Are Your Labels Drawing Attention?
When the sales for your business have plateaued and you’ve checked everything but you still can’t figure out why, you may have missed one little detail.
Regardless of whether your marketing team is large or small, many companies consider the labels on their products as a minor detail compared to their overall marketing plan.
They see labels important only as a place to display their logo and brand name. When they have this preconception, they’re only leaving money on the table.
Packaging and especially the great labels affects purchasing!
Did you know that most shoppers will miss your advertising, and even more will miss your web site? Shocking but true. Labels however, are the most crucial element of your business marketing game plan because most times your product labels are the FIRST CHANCE your potential customers will have to see in person what your product has to offer. If your labels aren’t drawing the attention of shoppers as they search the shelves for what they’re out to buy from the get-go, your product may just as well be invisible!
To prevent this from happening, your product labels not only need to draw attention, they must be attractive and enticing enough to compel costumers to stop with interest long enough to reach out, hold your product in their hands and take a closer look.
When you are collaborating with the label designer on your team, here are 10 factors to consider to ensure you’re both working from the same page.
No matter how exotic or creative you want your product to appear from the design of the words on your label, those words should be clear and easy to read at first glance.
Readability forms the first connection between your product and your potential costumer through their understanding.
2. Word Fonts
Coming up with the ideal fonts for the words on your labels is no small feat and becomes a fine balancing act between readability and interest.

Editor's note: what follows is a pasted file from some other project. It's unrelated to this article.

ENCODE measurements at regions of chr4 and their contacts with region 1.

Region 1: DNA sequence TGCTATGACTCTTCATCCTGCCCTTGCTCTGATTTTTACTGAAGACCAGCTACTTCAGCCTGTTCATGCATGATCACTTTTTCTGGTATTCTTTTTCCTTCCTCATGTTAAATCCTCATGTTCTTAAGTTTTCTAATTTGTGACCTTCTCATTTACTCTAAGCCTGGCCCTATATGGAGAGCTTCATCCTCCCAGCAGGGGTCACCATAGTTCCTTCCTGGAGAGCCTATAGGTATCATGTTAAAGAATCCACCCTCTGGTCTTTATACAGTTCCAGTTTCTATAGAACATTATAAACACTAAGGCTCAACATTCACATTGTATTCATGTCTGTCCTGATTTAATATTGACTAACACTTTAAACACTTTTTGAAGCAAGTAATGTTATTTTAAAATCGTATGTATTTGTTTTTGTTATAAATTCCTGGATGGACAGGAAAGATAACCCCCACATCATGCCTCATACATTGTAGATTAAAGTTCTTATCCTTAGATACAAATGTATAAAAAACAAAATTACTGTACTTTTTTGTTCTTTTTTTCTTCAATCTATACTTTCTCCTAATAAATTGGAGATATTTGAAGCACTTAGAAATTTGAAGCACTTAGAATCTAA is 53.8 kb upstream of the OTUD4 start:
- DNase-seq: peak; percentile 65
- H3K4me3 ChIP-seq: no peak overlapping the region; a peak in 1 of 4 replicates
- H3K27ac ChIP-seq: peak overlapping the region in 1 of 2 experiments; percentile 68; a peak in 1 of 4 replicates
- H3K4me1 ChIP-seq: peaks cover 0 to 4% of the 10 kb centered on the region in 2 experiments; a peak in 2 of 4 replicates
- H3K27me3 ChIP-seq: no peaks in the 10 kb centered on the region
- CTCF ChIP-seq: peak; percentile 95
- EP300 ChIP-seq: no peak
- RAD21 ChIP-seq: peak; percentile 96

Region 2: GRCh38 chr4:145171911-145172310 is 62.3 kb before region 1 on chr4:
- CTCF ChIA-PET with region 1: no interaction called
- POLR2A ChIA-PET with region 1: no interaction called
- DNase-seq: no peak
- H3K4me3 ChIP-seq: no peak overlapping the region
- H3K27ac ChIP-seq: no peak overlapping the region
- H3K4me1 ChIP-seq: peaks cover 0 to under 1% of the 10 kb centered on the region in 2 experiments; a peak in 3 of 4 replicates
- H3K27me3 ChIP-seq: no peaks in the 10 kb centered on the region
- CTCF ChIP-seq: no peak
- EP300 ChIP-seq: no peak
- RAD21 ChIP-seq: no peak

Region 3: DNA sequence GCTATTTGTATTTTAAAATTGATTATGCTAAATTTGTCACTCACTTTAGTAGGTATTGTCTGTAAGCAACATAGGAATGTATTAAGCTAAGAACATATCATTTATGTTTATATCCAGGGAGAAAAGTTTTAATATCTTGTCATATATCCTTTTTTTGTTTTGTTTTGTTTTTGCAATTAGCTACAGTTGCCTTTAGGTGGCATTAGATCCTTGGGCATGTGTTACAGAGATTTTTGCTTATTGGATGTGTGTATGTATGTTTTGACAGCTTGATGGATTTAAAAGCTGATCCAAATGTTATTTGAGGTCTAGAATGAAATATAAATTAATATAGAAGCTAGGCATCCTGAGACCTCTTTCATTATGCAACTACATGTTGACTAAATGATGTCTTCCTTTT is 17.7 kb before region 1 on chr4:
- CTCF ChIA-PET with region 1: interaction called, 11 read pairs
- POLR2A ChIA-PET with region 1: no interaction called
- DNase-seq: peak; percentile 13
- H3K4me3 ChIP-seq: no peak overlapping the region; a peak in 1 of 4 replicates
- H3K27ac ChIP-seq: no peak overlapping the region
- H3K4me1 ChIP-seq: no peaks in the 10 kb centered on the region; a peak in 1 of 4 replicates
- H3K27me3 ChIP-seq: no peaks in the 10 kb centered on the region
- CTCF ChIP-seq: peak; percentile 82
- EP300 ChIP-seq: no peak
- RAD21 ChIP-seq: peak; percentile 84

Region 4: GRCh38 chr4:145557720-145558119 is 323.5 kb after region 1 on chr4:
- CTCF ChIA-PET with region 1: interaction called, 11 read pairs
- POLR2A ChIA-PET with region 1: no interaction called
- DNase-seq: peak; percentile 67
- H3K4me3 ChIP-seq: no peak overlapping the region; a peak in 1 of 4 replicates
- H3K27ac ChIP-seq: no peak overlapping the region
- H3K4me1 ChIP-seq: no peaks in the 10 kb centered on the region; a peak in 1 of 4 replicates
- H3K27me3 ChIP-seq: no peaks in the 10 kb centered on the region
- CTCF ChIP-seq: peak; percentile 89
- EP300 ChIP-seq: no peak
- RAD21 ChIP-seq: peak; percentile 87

The shape of the letters in words on your labels should be psychologically compelling enough to convey the key positive feeling or conceptual benefit you need your customers to connect with your product.
Graphics are pictures that can be either illustrations or photos. Graphics allow you to show your customers exactly what they’re getting in the best, most attractive light possible.
Careful consideration must be taken when deciding which kind of graphic, either illustration or photo would be most appropriate to accomplish this. Illustrations work best for children’s products like toys, cereals and treats.
And why do you think most processed food products usually include a mouth-watering photograph of the food that’s in the package? Its been said that people eat with their eyes and buy with emotion.
When a compelling photo is matched with artistically created fonts that convey an enticing feeling or thought you want your customers to experience, you have a winning combination.
The right selection of colors, or simply the use of one single color, on your labels creates a primordial connection between your customer’s desires and what you have to offer. “Selection” is the key word here.
Many factors play a part in which color or color combinations are selected that work well with the color of the packaging. If the packaging is transparent plastic or glass, a transparent label base can be used where the colors of the fonts and graphics overlaid on the clear label complements the color of the product inside.